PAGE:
Reviews and Problems with Samsung I9200 / i9205 / i527 / Galaxy Mega 6.3
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Samsung Galaxy Mega 6.3 review
20 September 2013
Conclusion: For those who want the best specs and features in a big-screen smartphone (and are willing to pay for them) Samsung’s Galaxy Note 3 and Sony’s Xperia Z Ultra outclass the Galaxy Mega with 1080p screens and fancy features (like the S Pen). But the Samsung Galaxy Mega excels as a mid-range phone for those who value screen size and battery life over pocketability and the ability to make phone calls sans-headset without looking foolish.
Pros: Massive screen looks good and is great for everything, Great battery life, Expandable storage via MicroSD card
Cons: Large size makes phone calls without a headset look and feel ridiculous, Camera is good but not great, Won’t fit comfortably in most pockets, Loaded up with too many pre-installed apps
Conclusion: The Samsung Galaxy Mega is both absurd and awesome. It has the largest screen of any smartphone in the U.S., and is a top Android-based pick on AT&T if you don't need the absolute latest cutting-edge components.
Pros: Mega-size screen. Not-so-mega-size price. Slim design. Tons of software features. Stellar battery life.
Cons: Display isn't full HD. Not the fastest gaming performance. Stereo speakers would have been better, given its size.
Excerpt: Is it a phone, a tablet or a phablet? You decide. The Samsung Galaxy Mega 6.3 is here on AT&T, and despite the jumbo size, the price is small at $149 on contract and $479 without contract. Clearly that means you don't get top of the line specs, but the Mega 6.3 belies its mid-range specs with good performance and quality.
Pros: Absolutely huge display, relatively low price. Decent performance and plenty of features.
Cons: Specs are middle of the road, resolution isn't that high, storage is small.
Summary: Samsung's Galaxy Mega lives up to its name. For some, this 6.3-inch will reek of tech frivolity, but those looking to combine the size of a tablet with the functionality of a phone will appreciate what this phablet has to offer. As a multimedia device, the Mega is great for watching video and playing games (as long as they're not too demanding). The 8-MP camera is also quite good for the price, and the Mega delivers loud audio.
Pros: Ginormous display with rich vibrant color, Good battery life, Loud audio, Fast 4G LTE speeds, Doubles as TV remote
Cons: Difficult to use with one hand, Lacks features and gestures found on GS4, Some lag at times
Excerpt: One morning, while ordering a cup of coffee at a neighbourhood joint, I found myself browsing MobileSyrup as my brew was prepared. Lost in the briefings of the day, I looked up to see a woman staring at me, a Galaxy S4 in her hand, a confused look on her face.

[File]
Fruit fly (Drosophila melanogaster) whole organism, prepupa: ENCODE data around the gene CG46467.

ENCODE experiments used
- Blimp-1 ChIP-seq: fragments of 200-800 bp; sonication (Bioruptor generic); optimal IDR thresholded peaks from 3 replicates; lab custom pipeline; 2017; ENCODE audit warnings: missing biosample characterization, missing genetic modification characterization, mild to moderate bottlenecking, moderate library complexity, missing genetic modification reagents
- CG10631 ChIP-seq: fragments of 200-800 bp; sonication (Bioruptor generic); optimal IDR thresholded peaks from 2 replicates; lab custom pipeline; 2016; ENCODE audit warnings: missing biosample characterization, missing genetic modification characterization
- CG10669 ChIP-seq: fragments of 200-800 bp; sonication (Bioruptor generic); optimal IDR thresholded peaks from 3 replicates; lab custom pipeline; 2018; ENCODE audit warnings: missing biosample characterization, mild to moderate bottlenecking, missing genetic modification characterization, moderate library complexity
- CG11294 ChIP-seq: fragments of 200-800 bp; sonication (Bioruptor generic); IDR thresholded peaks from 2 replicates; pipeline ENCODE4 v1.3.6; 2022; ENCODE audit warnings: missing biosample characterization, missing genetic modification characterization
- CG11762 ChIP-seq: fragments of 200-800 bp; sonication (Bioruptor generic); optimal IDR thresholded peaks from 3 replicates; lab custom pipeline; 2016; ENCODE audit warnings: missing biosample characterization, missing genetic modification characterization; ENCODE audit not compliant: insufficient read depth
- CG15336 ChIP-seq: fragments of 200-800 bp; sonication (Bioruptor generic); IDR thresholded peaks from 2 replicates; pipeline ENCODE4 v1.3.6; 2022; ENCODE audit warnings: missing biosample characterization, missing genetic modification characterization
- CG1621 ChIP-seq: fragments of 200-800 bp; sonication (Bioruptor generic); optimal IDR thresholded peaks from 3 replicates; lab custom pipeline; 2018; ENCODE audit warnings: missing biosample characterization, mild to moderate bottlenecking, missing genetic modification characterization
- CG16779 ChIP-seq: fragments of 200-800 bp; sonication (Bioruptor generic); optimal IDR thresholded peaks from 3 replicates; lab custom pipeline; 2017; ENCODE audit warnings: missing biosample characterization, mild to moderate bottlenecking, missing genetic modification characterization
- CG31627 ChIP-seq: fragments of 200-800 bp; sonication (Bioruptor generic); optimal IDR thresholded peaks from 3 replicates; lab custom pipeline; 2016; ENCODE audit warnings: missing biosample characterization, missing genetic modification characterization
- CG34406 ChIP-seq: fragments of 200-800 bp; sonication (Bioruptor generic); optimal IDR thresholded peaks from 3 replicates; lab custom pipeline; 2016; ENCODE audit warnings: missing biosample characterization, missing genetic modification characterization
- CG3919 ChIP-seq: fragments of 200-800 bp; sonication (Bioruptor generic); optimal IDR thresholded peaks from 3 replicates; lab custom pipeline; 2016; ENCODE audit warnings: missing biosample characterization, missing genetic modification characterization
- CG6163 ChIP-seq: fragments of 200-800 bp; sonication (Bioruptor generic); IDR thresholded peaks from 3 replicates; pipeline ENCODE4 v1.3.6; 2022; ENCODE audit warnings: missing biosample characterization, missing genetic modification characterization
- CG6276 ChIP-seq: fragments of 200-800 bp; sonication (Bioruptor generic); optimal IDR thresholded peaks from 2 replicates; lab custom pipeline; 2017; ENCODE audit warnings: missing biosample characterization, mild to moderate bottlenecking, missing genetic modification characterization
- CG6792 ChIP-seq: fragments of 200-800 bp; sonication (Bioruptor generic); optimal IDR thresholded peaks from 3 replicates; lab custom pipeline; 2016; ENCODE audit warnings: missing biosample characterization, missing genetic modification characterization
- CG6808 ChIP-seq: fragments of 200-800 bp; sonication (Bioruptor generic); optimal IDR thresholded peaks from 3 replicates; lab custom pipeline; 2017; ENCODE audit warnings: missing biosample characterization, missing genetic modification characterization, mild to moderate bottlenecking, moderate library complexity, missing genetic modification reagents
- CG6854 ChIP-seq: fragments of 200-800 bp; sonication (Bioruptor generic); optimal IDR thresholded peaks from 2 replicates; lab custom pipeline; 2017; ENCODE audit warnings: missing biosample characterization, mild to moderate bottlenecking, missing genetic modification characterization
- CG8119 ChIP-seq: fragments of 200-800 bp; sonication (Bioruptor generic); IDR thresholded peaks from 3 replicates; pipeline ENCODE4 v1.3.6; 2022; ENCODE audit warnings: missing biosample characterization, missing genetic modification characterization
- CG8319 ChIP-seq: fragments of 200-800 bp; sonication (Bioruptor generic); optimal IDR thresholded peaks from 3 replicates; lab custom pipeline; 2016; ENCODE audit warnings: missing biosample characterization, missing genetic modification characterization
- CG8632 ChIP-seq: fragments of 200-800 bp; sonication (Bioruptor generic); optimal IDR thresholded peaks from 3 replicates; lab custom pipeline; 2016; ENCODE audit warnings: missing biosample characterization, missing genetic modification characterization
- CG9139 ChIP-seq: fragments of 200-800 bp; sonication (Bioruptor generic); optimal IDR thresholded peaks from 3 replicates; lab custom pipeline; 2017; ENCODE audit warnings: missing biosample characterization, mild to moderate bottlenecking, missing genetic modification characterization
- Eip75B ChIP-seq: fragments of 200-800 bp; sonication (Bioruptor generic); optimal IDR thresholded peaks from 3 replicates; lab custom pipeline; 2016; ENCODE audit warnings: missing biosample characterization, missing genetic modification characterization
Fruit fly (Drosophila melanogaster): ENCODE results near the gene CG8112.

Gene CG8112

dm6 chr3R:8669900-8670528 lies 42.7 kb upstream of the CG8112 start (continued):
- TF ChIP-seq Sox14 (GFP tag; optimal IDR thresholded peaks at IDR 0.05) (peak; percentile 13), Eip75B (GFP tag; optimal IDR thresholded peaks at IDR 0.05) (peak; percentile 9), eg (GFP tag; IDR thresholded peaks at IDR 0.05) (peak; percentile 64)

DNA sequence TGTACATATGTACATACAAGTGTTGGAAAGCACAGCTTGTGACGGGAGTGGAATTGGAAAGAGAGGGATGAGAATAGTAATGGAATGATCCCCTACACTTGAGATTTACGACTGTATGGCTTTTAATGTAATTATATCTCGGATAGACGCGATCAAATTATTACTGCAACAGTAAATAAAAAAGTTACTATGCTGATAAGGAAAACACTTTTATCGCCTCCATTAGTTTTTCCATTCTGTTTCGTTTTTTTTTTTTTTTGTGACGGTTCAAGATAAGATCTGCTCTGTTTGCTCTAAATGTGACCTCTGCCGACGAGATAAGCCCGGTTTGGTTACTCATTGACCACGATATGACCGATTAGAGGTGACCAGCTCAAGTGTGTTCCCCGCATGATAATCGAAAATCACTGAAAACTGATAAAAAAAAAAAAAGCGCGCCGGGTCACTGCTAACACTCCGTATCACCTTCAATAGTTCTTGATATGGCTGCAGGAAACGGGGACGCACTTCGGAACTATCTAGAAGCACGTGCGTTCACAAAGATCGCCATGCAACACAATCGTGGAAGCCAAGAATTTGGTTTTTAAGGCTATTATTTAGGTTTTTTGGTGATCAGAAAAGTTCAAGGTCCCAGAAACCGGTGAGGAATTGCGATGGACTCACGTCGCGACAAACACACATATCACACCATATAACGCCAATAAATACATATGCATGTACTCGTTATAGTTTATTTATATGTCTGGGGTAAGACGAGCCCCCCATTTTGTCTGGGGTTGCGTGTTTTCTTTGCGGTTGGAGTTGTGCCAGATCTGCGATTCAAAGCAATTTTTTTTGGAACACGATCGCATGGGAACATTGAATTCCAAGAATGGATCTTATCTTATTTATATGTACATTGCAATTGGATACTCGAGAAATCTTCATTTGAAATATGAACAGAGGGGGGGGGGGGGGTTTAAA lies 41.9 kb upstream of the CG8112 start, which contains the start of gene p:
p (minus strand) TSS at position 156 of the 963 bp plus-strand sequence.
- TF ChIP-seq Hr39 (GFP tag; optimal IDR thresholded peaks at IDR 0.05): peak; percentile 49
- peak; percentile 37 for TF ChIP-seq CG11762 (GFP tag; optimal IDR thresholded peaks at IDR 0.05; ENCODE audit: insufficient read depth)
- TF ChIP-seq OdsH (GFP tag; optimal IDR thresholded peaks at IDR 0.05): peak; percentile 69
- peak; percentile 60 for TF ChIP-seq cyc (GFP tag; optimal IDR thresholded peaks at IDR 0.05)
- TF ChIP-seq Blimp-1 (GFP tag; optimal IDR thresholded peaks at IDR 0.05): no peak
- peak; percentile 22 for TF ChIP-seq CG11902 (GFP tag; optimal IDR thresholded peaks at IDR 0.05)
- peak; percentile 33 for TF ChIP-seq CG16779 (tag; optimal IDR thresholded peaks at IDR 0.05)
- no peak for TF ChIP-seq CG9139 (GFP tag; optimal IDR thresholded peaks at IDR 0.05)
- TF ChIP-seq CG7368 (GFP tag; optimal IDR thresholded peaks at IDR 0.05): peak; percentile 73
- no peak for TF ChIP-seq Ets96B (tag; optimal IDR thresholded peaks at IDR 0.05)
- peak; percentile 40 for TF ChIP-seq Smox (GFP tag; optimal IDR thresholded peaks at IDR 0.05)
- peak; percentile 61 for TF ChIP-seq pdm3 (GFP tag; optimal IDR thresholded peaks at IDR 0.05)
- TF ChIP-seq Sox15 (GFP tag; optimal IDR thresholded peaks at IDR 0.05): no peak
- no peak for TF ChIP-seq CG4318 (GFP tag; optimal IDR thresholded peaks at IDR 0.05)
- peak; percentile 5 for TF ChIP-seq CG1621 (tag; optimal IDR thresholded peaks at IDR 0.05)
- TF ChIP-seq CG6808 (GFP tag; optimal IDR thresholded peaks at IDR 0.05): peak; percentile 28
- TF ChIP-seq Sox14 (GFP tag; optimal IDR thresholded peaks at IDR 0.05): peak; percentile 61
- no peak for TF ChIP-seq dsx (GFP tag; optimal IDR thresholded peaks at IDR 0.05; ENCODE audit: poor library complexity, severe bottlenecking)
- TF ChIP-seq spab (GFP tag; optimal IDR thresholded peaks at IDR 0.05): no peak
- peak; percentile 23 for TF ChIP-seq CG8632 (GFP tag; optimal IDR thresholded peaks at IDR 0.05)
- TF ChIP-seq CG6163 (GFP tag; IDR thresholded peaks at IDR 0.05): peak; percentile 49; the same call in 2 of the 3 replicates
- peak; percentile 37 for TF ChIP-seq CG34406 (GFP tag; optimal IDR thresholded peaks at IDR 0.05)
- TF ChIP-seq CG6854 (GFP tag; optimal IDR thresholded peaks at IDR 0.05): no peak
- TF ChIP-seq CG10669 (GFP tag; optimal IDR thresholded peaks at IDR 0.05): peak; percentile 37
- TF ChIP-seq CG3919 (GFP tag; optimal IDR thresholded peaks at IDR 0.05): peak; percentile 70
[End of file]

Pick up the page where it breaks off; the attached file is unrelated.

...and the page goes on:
Pros: Each time I picked up the Mega, its sheer usability was surprising. This is a big device, no doubt, a true cross-pollination between a smartphone and a tablet, but it so thin, with such an even weight distribution, that I found myself drawn to it.
Cons: The Mega is a confusing piece of kit, owing mainly to the fact that it doesn’t need to exist. This isn’t to say it won’t find a home in a few pockets, but those pockets may be uncomfortably full. In an interview with Ken Price, Samsung Canada’s Head of Marketing for its Mobile division, I was told that the company does not expect the Mega to compete directly with the Note 3 and Galaxy S4 — “We’ll gladly sell you one of those instead,” he admits — but he wants consumer...
Excerpt: These would be people who use their handsets mostly for media, browsing and games, rather than actual talking, and want their display as big as possible this side of a tablet screen. Will the Galaxy Mega 6.3 succeed in addressing this alleged target market? Read on our review to find out... In-ear stereo headphones Wall charger MicroUSB cable Design The first impression about the phone is “darn, it's big”.
Pros: Very slim and compact handset for the screen size, Landscape interface mode
Excerpt: Samsung was telling the truth about their new device when they named the Galaxy Mega 6.3 . With a massive 6.3-inch display, it is one of the largest smartphones available. While the device might sound a little absurd to use as a handset, it performs well and is not as cumbersome as it might first appear. While it will not fit in every pocket, it is rather portable and lightweight for its size.
Conclusion: The Mega lives up to its name by being bigger even than the mighty Note, but it loses the great screen quality and stylus. It’s a good way to consume media, with an excellent battery life, but loses portability in the process.
Pros: Huge screen; Great battery life; Well-priced phablet
Cons: Small internal memory; Camera shake on photos; No built-in stylus
Excerpt: How big is too big? Many phones these days, including the iPhone 5 and the Galaxy S4, use a screen that is 4-inches or bigger. is that the right size or do we need even bigger? Samsung seems to believe that the latter option is true, so it has decided to release a behemoth of a device — the Galaxy Mega.
Pros: Vibrant screen, Great for watching videos, Huge battery
Cons: The back gets dirty quickly, Not enough internal storage, Screen could be higher res
Conclusion: The Samsung Galaxy Mega won’t fit into many of my pockets, and I can’t use it with one hand. I felt stupid every time I raised it to my ear to take a voice call – but still, I had a soft spot for it. It is almost, but not quite, a viable alternative to a 7in tablet . And if you hankered after the Sony Xperia Z Ultra after reading my review last week, this is a slightly smaller, but considerably less expensive alternative.
Pros: Good battery life, Responsive under the fingers, 4G LTE support, Some compelling software extras
Cons: Too big to use one-handed, A large handset to carry every day